Become a member and get exclusive access to articles, contests and more!
Start Your Free Trial

This is the 1st of your 3 free articles.

Become a member for unlimited website access and more.

FREE TRIAL Available!

Learn More

Already a member? Sign in to continue reading

Books about birds of Chicagoland, birds of the Sierra Nevada, and birds that talk back

BirdWatching may earn a small commission if you buy something using one of the retail links in our articles. BirdWatching does not accept money for any editorial recommendations. Read more about our policy here. Thanks for supporting BirdWatching.

Art of Migration 660x504What does it take to know wild birds well? According to biologist, photographer, and author Budd Titlow, it takes healthy conversation.

“Wild birds are my friends,” he writes in his picture book Bird Brains. “I like talking to them.” And the birds, he says, listen. “They often talk — or more correctly, call or sing — back to me while I’m standing there watching them.”

Bird Brains 171x214Perhaps as a result of such intimate observation, Titlow’s book is filled with close-up photos and brims with insights into the antics and idiosyncrasies of birds usually seen only from a distance in the Rocky Mountains, the Great Plains, the Northeast, and southern states.

Peggy Macnamara, we bet, would argue that what really matters is location, location, location. As artist-in-residence at Chicago’s Field Museum, she has access to the scientists and collections of one of the nation’s preeminent research organizations, while outside the museum, she can observe one of the continent’s greatest natural spectacles — the migration of hawks, hummingbirds, cranes, and hundreds of other birds along the Mississippi Flyway.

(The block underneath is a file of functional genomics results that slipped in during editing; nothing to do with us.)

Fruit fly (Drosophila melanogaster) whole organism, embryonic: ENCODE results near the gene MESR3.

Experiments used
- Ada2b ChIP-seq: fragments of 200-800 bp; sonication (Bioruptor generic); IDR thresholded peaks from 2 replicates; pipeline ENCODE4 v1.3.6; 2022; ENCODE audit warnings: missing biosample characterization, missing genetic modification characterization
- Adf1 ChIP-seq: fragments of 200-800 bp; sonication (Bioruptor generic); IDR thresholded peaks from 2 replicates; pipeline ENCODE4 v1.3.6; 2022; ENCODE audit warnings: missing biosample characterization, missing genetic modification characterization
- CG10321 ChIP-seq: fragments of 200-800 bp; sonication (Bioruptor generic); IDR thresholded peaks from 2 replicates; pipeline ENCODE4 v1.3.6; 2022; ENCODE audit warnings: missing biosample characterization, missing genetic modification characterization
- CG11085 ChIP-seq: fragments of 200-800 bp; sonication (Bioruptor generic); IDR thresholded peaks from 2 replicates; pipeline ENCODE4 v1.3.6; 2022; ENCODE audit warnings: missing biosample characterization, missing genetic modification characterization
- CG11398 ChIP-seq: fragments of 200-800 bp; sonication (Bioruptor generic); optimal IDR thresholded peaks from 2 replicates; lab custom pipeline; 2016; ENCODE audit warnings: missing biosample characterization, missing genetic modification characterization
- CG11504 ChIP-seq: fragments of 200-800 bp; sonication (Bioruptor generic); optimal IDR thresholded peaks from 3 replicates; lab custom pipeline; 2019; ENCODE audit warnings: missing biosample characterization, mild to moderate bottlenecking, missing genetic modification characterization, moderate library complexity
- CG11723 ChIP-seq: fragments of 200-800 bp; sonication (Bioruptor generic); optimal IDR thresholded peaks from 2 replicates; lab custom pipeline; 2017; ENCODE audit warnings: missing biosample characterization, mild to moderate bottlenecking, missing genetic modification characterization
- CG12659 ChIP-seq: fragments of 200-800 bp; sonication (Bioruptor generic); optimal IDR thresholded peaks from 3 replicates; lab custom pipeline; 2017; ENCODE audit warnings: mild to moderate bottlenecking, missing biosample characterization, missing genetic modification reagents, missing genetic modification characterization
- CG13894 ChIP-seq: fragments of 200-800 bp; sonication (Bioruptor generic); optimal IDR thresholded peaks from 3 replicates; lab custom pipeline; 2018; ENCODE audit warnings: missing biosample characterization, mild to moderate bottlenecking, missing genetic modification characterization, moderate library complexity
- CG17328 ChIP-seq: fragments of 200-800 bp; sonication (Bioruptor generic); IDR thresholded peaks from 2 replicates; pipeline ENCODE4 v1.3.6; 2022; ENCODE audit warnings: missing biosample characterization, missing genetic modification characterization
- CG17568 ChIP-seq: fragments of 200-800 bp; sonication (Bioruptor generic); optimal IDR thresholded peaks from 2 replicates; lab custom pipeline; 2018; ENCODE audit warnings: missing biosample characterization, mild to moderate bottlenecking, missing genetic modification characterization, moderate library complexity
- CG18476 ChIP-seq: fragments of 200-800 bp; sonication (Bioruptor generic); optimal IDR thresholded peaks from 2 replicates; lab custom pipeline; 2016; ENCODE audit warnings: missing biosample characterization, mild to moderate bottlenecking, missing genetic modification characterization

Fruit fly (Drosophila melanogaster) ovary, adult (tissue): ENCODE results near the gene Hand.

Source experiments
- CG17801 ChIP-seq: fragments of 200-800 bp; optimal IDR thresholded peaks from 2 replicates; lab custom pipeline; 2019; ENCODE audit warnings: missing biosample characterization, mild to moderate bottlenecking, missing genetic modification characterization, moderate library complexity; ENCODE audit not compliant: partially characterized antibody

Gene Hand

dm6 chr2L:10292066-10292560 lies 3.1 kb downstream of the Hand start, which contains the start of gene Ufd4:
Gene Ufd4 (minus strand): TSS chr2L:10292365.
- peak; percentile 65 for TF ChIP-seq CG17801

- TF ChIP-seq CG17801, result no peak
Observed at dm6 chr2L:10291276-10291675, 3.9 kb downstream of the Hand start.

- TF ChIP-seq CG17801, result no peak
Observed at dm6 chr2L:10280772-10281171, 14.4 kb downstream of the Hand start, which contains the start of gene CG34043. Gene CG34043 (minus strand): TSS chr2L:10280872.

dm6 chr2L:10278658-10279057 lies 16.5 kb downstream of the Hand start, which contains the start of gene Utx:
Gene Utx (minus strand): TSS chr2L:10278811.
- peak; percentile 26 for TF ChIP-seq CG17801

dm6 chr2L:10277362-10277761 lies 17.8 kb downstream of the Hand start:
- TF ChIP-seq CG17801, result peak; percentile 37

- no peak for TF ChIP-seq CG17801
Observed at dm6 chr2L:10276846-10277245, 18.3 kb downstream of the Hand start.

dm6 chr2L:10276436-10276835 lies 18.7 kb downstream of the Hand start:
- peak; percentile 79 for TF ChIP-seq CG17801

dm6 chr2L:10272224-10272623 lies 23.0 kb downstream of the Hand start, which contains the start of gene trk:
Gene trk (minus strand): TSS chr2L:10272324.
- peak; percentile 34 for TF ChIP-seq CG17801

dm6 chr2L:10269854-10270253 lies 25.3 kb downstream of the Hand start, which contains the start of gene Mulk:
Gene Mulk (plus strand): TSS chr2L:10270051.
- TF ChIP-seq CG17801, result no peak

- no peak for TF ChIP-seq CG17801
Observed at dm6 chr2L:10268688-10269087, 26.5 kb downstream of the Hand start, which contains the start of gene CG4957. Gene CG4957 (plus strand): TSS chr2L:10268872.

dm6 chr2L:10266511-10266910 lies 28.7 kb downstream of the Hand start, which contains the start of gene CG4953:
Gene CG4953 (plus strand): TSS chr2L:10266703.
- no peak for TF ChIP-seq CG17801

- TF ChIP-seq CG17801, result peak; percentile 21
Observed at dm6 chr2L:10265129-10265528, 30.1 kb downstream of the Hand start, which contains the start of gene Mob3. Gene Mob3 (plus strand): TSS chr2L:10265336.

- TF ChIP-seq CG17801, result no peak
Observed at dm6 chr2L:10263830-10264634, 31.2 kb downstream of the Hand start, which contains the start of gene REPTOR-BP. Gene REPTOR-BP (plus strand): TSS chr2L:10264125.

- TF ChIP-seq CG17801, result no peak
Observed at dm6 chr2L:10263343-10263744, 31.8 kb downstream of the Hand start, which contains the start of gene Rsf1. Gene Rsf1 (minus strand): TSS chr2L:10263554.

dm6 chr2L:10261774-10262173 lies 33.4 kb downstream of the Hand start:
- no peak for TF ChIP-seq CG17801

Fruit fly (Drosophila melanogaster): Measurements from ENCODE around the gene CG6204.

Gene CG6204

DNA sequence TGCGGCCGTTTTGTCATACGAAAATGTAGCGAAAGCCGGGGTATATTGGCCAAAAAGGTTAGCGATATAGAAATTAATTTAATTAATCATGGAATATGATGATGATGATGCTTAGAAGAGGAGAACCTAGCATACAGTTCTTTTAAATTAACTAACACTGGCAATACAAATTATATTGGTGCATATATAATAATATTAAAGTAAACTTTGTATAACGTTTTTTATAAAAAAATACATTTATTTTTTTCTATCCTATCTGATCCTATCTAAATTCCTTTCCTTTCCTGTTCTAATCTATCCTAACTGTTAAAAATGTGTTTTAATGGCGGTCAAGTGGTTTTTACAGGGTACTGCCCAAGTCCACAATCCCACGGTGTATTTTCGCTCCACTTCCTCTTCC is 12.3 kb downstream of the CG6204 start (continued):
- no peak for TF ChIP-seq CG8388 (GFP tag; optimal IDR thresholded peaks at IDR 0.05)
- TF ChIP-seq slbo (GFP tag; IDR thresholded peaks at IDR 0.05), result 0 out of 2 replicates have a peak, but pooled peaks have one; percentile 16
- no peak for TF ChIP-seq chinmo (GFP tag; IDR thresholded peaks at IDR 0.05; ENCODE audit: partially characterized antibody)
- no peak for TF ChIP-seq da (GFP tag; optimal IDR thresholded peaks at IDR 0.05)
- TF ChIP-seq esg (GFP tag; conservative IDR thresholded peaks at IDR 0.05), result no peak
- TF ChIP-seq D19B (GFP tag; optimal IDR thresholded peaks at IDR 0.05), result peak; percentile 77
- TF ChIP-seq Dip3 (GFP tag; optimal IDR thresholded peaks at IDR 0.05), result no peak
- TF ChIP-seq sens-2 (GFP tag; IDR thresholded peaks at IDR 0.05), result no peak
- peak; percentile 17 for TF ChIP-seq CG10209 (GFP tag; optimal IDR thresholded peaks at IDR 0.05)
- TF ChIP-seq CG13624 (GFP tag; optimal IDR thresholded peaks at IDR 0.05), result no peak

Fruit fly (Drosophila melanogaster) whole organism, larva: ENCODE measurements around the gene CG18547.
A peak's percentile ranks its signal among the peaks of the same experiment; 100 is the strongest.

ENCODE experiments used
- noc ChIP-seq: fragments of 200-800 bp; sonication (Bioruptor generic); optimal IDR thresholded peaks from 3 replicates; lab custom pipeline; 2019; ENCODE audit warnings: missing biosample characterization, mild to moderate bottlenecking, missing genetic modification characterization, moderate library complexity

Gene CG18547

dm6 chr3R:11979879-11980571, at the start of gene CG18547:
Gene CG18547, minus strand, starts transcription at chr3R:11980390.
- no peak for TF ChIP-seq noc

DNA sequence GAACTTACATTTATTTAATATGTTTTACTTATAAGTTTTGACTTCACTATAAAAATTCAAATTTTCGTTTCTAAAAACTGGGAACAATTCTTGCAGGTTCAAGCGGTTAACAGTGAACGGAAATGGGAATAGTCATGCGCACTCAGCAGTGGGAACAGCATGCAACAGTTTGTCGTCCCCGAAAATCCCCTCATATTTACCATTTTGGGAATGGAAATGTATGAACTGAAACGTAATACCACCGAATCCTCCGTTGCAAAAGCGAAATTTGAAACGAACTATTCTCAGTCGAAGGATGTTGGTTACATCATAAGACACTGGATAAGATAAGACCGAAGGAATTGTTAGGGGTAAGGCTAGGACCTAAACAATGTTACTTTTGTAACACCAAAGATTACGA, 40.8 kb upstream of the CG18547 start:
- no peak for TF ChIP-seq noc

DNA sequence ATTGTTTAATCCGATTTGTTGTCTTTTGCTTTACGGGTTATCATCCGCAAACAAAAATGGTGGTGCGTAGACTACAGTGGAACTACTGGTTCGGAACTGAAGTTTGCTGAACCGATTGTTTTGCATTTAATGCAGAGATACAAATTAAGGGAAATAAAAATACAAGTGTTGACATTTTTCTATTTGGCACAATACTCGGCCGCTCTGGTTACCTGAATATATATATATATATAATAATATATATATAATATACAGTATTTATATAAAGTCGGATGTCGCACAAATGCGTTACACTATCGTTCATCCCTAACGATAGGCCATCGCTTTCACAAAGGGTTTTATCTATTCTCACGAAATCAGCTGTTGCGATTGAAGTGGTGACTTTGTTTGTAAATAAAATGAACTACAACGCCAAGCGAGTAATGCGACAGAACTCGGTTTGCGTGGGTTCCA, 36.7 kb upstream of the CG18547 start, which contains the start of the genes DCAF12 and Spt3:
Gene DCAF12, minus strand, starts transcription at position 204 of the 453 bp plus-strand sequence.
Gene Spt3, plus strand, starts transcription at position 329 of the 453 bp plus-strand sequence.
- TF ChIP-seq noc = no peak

In lovely, brightly colored watercolors in The Art of Migration, Macnamara reminds us that even in one of the most heavily developed areas of the United States, you can still find dog-day cicadas, banded woolly-bears, kinglets, nighthawks, Snowy Owls, and countless other beautiful and wild creatures. Thank goodness.


Edward C. Beedy and Edward R. Pandolfino have reached a similar conclusion about the Sierra Nevada. Time spent there, they write in Birds of the Sierra Nevada, can be timeless, “a healthy bit of immortality captured in a single day.” Their book updates what we know about all 442 birds that have been recorded in the Sierra and will deepen the experience of visits to the range for serious ornithologists and casual hikers alike.

Books about behavior and biology:

Birds of Sierra 171x244The Art of Migration: Birds, Insects, and the Changing Seasons in Chicagoland
AUTHORS: Peggy Macnamara, paintings, John Bates and James H. Boone, text
PUBLISHER: University of Chicago Press, 2013
204 pages, $25 cloth, $18 ebook

Bird Brains: Inside the Strange Minds of Our Fine Feathered Friends
AUTHOR: Budd Titlow
PUBLISHER: Lyons Press, 2013
224 pages, $29.95 hardcover

Birds of the Sierra Nevada: Their Natural History, Status, and Distribution
AUTHORS: Edward C. Beedy, Edward R. Pandolfino, Keith Hansen, illustrations
PUBLISHER: University of California Press, 2013
446 pages, $39.95 paper, PDF


Publishers and authors:

If you’ve brought out a book that we should consider reviewing, send it here:

BirdWatching Magazine
Madavor Media, LLC.
25 Braintree Hill Office Park, Suite 404
Braintree, MA 02184
[email protected]


Originally Published

Read our newsletter!

Sign up for our free e-newsletter to receive news, photos of birds, attracting and ID tips, and more delivered to your inbox.

Sign Up for Free